Extension coordinates a program in cooperation with Delaware County Juvenile Court, Ohio Highway Patrol, and the Delaware General Health District for first-time teen traffic offenders. The teens get powerful lessons through the 4-H CARTEENS auto safety program. In 2016, more than 450 teens attended the monthly program. About 74 percent of the teen participants indicated their opinion on following speed limits changed for the positive, and 70 percent had an at least moderate change of opinion on the need to eliminate distractions while driving.
“For the Children” is a monthly 2.5-hour court-mandated parenting education program for couples going through a divorce or dissolution whose children are under 18. This year, 230 parents completed the program. Program evaluations indicated 82 percent of participants felt more prepared to co-parent as a result of the program.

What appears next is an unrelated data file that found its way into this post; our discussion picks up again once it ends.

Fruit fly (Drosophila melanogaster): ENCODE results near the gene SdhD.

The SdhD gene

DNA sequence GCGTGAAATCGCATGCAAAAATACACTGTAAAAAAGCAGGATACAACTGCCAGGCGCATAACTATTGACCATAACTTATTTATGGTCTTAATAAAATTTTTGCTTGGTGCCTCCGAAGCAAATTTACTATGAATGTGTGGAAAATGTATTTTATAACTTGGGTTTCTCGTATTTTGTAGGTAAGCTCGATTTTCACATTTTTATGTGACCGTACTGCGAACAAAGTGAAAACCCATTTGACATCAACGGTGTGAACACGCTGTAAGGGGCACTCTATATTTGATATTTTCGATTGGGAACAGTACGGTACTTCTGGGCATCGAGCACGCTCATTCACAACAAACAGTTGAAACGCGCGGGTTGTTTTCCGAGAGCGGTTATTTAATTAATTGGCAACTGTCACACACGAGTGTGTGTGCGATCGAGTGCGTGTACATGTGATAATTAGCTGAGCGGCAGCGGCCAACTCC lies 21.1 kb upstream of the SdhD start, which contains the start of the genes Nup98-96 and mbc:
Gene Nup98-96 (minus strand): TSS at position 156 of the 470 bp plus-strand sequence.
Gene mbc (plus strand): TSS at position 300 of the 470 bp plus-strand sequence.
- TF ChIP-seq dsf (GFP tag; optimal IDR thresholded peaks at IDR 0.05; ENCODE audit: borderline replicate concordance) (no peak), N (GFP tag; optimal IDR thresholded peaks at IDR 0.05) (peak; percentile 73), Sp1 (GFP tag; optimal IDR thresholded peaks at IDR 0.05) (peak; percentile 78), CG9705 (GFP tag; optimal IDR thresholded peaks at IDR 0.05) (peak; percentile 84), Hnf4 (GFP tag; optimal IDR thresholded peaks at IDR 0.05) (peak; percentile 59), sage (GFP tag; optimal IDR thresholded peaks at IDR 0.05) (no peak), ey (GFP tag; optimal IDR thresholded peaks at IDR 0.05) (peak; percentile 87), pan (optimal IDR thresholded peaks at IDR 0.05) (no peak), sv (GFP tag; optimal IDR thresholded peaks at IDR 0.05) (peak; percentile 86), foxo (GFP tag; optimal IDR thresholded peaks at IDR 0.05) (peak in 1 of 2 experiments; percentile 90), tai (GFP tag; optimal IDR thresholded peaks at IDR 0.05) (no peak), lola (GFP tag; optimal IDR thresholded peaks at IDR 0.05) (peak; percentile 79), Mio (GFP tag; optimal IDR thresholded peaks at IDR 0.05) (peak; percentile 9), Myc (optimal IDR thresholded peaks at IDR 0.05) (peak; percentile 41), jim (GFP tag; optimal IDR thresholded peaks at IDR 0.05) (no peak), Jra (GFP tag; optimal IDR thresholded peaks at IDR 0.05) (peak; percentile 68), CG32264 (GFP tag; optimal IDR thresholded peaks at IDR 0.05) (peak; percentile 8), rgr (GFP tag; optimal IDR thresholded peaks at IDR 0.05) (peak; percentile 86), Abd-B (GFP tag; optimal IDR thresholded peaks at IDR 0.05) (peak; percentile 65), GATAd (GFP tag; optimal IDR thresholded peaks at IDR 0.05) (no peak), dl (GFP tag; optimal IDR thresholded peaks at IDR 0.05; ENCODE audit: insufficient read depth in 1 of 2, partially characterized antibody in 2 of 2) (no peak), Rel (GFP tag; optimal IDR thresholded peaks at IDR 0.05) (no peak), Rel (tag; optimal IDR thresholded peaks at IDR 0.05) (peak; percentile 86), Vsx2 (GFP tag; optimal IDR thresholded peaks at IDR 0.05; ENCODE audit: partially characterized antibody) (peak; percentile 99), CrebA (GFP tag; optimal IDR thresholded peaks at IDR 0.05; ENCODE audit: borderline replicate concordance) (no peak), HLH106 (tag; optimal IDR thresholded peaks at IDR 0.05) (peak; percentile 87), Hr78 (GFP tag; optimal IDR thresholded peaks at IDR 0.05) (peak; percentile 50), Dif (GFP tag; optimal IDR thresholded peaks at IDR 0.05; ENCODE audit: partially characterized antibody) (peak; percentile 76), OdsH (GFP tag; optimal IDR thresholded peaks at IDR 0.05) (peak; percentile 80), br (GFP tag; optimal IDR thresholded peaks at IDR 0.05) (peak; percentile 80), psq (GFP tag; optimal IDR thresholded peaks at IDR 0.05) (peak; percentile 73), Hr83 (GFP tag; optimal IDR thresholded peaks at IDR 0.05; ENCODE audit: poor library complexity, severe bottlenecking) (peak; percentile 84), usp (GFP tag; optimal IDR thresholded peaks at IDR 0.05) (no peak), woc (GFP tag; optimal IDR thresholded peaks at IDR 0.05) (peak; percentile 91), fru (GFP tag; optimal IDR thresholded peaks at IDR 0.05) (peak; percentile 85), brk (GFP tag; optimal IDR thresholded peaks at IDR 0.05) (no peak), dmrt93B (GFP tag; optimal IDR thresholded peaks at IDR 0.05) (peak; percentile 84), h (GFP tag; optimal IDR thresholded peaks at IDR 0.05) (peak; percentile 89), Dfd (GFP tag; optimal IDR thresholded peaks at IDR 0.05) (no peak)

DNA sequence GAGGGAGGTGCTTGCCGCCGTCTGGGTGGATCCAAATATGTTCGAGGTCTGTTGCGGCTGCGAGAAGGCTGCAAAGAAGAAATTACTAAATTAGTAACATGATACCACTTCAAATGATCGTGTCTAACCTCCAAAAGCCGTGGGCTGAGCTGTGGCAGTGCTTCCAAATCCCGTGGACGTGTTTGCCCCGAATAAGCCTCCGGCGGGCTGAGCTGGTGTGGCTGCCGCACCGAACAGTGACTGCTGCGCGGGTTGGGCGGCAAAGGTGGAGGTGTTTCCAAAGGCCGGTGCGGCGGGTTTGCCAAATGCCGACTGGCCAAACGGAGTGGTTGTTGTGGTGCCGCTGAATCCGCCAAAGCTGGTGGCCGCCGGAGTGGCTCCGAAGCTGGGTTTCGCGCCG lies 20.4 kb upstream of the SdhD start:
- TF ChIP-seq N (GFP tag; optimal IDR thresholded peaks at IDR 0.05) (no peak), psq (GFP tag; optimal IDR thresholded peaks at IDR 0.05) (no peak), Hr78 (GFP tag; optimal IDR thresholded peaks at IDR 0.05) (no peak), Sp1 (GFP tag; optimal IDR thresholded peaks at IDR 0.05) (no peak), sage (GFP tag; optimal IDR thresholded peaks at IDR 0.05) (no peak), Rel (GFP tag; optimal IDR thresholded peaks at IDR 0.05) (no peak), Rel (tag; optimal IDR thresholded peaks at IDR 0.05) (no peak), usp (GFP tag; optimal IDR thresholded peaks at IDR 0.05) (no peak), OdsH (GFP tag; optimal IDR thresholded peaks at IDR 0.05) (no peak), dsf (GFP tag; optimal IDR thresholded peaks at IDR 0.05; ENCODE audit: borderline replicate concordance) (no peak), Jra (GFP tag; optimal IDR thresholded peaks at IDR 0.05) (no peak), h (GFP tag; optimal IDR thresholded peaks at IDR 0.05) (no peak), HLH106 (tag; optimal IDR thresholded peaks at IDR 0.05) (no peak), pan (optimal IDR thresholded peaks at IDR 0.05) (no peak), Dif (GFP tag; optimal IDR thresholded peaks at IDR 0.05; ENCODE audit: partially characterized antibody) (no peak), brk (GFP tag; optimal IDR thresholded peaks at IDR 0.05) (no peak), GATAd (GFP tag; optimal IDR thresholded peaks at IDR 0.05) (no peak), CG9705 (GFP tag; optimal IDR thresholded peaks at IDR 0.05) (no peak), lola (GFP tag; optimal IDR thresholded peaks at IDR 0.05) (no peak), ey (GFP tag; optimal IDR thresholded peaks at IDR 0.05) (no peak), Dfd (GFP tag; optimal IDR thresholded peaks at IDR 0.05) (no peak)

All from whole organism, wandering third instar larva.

This year, 246 adults attended a total of 45 direct education classes held in cooperation with Delaware County Department of Job and Family Services, nonprofit social services agencies, low-income housing sites, and congregate meal sites of the Senior Nutrition Program. Participants learned to select fruits and vegetables, whole grains, and low-fat dairy products for a healthy diet; to use limited resources to plan, purchase, and prepare food for the family; to be physically active every day; and to store and handle food so it is safe to eat.